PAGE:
As I see it, it’s either a real or a perceived problem by those who’re not interested in learning Julia. But either way, it has to be solved (and I surely would like to help if I had the technical skills).

  • If it’s a real pb, well … duh :slight_smile:
  • But even if it’s a perceived once, then either
    • your try to inform / communicate / educate (kindly) people about the actual lack of good reason. But this is very time consuming and quite hard once a general opinion is settled about something, which I think it’s now the case. So this is probably not the most cost/time-efficient.
    • … or you do it anyway to please the masses, which solves it once and for all.

So all in all, I’m glad to see that this problem is taken seriously, and hope all the best in that regards (but don’t hold my breath for it! :smiley: )


A problem can be real even with people focusing their efforts elsewhere. Generally, compiling into “small” binaries is perceived as an issue to be addressed, but given the complexity, only a limited number of people in the community can address this and they have been focusing on other, more important issues.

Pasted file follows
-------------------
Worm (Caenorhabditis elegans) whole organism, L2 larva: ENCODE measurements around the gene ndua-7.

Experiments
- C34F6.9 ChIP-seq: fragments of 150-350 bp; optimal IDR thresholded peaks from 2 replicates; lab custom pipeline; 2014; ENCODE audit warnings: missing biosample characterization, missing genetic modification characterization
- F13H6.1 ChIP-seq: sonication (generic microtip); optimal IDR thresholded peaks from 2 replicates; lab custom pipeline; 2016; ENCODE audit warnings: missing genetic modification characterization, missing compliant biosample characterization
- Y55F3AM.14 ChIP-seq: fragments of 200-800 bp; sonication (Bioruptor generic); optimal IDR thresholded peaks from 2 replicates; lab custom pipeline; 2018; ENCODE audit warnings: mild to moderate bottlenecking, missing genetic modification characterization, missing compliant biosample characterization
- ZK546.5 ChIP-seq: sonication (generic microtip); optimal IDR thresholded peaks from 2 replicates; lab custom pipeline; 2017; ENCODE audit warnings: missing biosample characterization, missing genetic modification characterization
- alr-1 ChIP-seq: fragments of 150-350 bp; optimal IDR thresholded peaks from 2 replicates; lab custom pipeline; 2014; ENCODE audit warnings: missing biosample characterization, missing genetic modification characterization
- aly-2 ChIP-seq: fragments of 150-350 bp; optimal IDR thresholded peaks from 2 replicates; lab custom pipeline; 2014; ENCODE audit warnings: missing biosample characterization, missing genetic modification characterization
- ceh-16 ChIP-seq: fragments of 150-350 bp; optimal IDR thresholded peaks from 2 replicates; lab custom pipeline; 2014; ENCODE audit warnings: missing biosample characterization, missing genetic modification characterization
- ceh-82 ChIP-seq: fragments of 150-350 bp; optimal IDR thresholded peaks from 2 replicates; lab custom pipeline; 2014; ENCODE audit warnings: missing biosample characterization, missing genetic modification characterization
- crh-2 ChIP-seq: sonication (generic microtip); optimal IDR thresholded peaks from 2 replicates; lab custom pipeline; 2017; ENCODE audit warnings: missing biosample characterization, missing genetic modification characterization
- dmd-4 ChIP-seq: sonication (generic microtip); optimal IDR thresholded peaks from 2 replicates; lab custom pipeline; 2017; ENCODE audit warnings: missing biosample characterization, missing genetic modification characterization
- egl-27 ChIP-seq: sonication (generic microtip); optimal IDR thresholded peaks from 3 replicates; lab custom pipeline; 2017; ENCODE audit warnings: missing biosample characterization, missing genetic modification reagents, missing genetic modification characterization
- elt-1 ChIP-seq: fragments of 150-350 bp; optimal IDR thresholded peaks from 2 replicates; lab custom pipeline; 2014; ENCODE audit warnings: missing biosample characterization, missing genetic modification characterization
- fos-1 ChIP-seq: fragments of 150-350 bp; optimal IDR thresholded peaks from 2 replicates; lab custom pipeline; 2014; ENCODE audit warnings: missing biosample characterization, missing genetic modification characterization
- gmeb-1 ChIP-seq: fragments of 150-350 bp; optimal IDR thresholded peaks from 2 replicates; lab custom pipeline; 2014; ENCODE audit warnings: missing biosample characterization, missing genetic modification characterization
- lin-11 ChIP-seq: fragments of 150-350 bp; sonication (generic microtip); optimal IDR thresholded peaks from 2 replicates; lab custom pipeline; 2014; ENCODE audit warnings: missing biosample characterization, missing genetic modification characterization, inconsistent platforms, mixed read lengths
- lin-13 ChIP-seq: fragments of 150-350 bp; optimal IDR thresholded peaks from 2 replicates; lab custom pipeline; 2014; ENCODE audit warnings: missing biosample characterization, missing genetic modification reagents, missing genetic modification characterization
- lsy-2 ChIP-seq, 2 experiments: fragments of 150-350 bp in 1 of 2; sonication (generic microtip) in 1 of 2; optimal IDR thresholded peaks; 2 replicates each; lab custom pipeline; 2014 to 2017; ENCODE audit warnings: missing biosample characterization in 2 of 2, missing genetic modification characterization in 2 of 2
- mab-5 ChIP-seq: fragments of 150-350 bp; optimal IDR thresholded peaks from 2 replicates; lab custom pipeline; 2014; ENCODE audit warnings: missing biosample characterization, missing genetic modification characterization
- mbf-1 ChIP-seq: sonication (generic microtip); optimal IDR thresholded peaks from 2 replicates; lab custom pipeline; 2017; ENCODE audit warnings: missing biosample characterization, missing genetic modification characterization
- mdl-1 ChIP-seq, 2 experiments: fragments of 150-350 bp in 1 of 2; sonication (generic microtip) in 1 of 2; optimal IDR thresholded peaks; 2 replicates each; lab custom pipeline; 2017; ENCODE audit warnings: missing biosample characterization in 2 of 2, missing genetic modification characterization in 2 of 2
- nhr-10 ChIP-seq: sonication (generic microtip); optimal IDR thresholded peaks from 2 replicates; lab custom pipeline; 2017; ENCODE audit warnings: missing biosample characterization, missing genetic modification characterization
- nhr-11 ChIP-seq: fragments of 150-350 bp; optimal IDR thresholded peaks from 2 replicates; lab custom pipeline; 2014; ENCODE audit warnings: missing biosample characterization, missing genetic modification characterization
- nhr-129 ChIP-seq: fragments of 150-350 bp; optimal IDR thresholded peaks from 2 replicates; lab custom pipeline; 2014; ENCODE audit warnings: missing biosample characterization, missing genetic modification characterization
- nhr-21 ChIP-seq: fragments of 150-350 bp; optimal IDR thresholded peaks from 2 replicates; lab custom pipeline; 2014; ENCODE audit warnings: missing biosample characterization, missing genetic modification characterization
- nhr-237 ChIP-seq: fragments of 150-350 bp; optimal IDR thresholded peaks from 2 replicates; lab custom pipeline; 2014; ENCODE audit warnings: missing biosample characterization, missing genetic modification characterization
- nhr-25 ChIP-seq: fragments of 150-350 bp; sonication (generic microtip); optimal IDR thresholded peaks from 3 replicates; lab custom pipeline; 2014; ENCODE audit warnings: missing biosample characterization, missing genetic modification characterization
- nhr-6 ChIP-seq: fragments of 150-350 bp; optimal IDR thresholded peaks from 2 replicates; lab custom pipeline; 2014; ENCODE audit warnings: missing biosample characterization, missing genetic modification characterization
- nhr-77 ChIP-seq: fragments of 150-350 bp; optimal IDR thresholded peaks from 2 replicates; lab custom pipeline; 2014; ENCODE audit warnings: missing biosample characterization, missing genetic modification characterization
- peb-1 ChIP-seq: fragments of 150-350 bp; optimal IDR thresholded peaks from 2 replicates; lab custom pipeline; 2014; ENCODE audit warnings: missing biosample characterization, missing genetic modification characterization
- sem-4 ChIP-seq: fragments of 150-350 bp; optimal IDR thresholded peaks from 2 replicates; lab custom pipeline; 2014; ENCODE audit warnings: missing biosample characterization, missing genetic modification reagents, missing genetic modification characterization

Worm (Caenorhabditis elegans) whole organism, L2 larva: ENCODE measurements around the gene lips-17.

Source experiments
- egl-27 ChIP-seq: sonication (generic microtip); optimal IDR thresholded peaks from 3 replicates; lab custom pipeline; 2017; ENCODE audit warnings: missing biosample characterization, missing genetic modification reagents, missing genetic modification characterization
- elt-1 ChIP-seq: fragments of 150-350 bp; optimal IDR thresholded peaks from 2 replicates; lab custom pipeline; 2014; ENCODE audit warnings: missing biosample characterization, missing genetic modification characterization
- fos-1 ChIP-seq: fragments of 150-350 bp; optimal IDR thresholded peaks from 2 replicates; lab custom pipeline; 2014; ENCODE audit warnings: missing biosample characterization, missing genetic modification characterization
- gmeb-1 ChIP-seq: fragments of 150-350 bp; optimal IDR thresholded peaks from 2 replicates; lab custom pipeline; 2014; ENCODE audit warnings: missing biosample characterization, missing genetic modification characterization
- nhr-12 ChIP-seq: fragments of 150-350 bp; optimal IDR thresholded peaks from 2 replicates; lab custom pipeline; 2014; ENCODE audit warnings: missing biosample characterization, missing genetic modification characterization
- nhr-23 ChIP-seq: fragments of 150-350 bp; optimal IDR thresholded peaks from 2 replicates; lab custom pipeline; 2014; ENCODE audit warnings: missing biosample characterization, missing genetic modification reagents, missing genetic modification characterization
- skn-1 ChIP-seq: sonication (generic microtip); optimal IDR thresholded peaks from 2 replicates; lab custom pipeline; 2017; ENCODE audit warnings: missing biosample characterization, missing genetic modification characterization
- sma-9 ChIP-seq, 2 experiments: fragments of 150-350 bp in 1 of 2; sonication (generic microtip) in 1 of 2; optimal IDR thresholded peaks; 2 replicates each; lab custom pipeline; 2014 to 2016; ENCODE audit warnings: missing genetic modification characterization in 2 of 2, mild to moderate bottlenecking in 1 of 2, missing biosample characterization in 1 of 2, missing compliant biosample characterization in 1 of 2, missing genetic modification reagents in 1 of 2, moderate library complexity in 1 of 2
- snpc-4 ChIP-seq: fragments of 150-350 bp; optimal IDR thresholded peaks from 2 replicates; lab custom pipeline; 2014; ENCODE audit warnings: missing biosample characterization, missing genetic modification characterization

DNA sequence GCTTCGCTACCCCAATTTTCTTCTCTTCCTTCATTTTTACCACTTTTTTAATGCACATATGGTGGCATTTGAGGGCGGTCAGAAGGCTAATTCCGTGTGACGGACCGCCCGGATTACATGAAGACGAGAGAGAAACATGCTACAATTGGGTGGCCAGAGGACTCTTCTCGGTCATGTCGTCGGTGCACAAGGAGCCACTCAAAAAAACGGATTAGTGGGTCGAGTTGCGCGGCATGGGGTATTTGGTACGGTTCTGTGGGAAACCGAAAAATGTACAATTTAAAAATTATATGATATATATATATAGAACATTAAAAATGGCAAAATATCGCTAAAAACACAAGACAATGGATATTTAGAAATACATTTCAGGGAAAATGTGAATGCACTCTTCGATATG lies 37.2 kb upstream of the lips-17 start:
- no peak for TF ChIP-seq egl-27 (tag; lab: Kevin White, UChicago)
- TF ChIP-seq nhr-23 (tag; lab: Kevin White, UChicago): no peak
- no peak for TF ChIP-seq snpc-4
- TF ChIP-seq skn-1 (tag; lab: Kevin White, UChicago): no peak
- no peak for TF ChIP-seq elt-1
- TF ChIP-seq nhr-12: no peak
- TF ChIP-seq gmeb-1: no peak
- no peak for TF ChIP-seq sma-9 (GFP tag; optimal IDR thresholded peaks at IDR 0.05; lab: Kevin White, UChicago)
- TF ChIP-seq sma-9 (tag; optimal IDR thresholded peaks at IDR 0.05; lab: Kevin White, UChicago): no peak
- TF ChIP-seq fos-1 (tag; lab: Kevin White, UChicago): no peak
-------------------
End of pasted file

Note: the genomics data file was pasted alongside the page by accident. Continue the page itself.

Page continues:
Which is as it should be. In every release news file, we will find amazing improvements to compilation, type inference, etc. Would a lot of people trade any of these for small binaries now? I wouldn’t.


Actually, I am a bit of in a waiting state for it. My data analysis and data exploration needs are pretty well satisfied already.

On the other hand: there is nothing important where I have to decide now, ok, I need it now, so I use Rust instead of Julia. But I would like to have it rather now than later.

Of course I am not a lot of people… :wink:


Of course everyone has their own preferences. For me, eg fixing

would be orders of magnitude more important for usability in day-to-day work.


I am exactly in the same state. I have moved to Rust as well for that.


Ok, it looks I sounded complaining about the situation, whereas I was just sharing experience. So apparently it’s better to be explicit: I’m very grateful of each new release (and the v1.9 is very exciting). For sure, it wouldn’t make sense to dismiss current Julia users for “could-be” users.